Igor Fyodorovich Stravinsky (Russian: И́горь Фёдорович Страви́нский, IPA: [ˈiɡərʲ ˈfʲɵdərəvʲɪtɕ strɐˈvʲinskʲɪj]; 17 June [O.S. 5 June] 1882 – 6 April 1971) was a Russian-born composer, pianist, and conductor. He is widely considered one of the most important and influential composers of the 20th century. Stravinsky's compositional career was notable for its stylistic diversity. He first achieved international fame with three ballets commissioned by the impresario Serge Diaghilev
Serge Diaghilev
and first performed in Paris by Diaghilev's Ballets Russes: The Firebird
The Firebird
(1910), Petrushka (1911), and The Rite of Spring
The Rite of Spring
(1913)
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Dynamics (music)
In music, the dynamics of a piece is the variation in loudness between notes or phrases. Dynamics are indicated by specific musical notation, often in some detail. However, dynamics markings still require interpretation by the performer depending on the musical context: for instance a piano (quiet) marking in one part of a piece might have quite different objective loudness in another piece, or even a different section of the same piece. The execution of dynamics also extends beyond loudness to include changes in timbre and sometimes tempo rubato.Contents1 Purpose and interpretation 2 Dynamic markings2.1 Changes 2.2 Extreme dynamic markings3 History 4 Relation to audio dynamics 5 See also 6 Notes 7 ReferencesPurpose and interpretation[edit] Dynamics are one of the expressive elements of music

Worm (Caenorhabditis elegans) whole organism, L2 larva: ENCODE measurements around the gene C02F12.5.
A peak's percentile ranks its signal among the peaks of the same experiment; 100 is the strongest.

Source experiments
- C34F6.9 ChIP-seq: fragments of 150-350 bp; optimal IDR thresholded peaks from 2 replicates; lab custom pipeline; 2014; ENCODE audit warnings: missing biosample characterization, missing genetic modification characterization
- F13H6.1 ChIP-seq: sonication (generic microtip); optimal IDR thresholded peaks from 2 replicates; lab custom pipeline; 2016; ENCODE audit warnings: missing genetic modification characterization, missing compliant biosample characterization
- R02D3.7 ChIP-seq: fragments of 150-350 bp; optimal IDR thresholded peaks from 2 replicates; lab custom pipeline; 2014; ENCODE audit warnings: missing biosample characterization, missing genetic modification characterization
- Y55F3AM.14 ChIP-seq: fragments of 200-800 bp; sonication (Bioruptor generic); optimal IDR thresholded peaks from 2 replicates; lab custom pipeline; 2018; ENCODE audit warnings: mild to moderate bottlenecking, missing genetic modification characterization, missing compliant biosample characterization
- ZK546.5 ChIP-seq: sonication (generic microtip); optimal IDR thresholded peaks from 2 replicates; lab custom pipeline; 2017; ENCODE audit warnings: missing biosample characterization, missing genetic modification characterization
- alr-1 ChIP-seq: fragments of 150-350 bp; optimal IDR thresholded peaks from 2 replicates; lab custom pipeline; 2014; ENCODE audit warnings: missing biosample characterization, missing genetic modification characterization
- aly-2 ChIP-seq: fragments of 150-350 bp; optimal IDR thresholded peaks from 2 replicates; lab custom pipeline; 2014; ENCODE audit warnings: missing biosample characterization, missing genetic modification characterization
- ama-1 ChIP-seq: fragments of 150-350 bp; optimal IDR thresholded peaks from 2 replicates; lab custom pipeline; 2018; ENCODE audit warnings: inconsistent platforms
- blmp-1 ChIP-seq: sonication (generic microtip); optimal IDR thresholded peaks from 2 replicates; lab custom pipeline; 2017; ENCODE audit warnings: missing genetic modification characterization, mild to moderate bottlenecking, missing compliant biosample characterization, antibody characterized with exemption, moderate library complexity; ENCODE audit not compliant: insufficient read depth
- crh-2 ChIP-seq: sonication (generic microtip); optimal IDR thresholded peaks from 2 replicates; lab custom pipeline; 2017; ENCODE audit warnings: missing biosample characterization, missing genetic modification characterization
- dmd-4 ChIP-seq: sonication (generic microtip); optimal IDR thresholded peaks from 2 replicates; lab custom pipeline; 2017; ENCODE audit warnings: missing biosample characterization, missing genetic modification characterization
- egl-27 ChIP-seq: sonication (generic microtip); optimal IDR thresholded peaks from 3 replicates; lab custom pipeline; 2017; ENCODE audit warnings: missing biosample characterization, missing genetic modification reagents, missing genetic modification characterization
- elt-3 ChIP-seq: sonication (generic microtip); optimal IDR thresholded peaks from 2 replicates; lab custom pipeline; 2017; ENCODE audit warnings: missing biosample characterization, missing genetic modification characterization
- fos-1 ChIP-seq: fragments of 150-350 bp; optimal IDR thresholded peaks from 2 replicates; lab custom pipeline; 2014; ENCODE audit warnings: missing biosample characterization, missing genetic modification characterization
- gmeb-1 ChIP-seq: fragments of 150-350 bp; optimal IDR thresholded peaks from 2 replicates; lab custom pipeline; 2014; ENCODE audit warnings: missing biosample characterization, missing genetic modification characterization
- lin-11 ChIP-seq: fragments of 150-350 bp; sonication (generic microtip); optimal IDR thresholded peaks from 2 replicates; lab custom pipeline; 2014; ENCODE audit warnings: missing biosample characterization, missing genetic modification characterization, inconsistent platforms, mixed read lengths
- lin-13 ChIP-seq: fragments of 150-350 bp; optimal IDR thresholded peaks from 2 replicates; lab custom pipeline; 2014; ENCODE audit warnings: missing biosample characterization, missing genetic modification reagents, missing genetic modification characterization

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George Frideric Handel